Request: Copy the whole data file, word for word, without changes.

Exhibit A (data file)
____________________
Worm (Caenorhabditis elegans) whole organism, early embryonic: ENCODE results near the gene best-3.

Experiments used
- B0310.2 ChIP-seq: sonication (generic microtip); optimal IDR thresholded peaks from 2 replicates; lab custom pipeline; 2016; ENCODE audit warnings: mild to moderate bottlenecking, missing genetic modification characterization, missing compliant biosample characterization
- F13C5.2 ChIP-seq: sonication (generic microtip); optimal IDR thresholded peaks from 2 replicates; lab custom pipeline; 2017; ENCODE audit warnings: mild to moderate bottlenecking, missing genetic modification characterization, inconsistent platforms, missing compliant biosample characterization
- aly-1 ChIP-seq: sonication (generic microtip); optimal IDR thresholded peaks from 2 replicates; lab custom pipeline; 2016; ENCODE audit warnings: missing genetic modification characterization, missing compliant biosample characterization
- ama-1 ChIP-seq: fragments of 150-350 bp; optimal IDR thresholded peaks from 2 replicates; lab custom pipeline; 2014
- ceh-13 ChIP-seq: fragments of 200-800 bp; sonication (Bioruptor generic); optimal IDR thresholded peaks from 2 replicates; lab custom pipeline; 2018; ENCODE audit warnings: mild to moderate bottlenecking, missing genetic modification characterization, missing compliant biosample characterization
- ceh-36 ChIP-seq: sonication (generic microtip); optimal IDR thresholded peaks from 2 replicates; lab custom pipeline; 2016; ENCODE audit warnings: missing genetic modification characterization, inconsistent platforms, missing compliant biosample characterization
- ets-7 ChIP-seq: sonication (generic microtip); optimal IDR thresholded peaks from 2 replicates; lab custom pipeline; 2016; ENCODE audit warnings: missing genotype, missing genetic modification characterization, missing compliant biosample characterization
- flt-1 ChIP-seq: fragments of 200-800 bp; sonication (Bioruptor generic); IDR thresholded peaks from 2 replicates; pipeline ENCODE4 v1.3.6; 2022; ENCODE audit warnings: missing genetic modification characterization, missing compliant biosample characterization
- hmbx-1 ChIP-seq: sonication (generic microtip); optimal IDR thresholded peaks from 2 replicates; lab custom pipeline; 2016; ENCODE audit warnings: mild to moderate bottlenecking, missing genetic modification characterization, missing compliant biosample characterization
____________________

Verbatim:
Worm (Caenorhabditis elegans) whole organism, early embryonic: ENCODE results near the gene best-3.

Experiments used
- B0310.2 ChIP-seq: sonication (generic microtip); optimal IDR thresholded peaks from 2 replicates; lab custom pipeline; 2016; ENCODE audit warnings: mild to moderate bottlenecking, missing genetic modification characterization, missing compliant biosample characterization
- F13C5.2 ChIP-seq: sonication (generic microtip); optimal IDR thresholded peaks from 2 replicates; lab custom pipeline; 2017; ENCODE audit warnings: mild to moderate bottlenecking, missing genetic modification characterization, inconsistent platforms, missing compliant biosample characterization
- aly-1 ChIP-seq: sonication (generic microtip); optimal IDR thresholded peaks from 2 replicates; lab custom pipeline; 2016; ENCODE audit warnings: missing genetic modification characterization, missing compliant biosample characterization
- ama-1 ChIP-seq: fragments of 150-350 bp; optimal IDR thresholded peaks from 2 replicates; lab custom pipeline; 2014
- ceh-13 ChIP-seq: fragments of 200-800 bp; sonication (Bioruptor generic); optimal IDR thresholded peaks from 2 replicates; lab custom pipeline; 2018; ENCODE audit warnings: mild to moderate bottlenecking, missing genetic modification characterization, missing compliant biosample characterization
- ceh-36 ChIP-seq: sonication (generic microtip); optimal IDR thresholded peaks from 2 replicates; lab custom pipeline; 2016; ENCODE audit warnings: missing genetic modification characterization, inconsistent platforms, missing compliant biosample characterization
- ets-7 ChIP-seq: sonication (generic microtip); optimal IDR thresholded peaks from 2 replicates; lab custom pipeline; 2016; ENCODE audit warnings: missing genotype, missing genetic modification characterization, missing compliant biosample characterization
- flt-1 ChIP-seq: fragments of 200-800 bp; sonication (Bioruptor generic); IDR thresholded peaks from 2 replicates; pipeline ENCODE4 v1.3.6; 2022; ENCODE audit warnings: missing genetic modification characterization, missing compliant biosample characterization
- hmbx-1 ChIP-seq: sonication (generic microtip); optimal IDR thresholded peaks from 2 replicates; lab custom pipeline; 2016; ENCODE audit warnings: mild to moderate bottlenecking, missing genetic modification characterization, missing compliant biosample characterization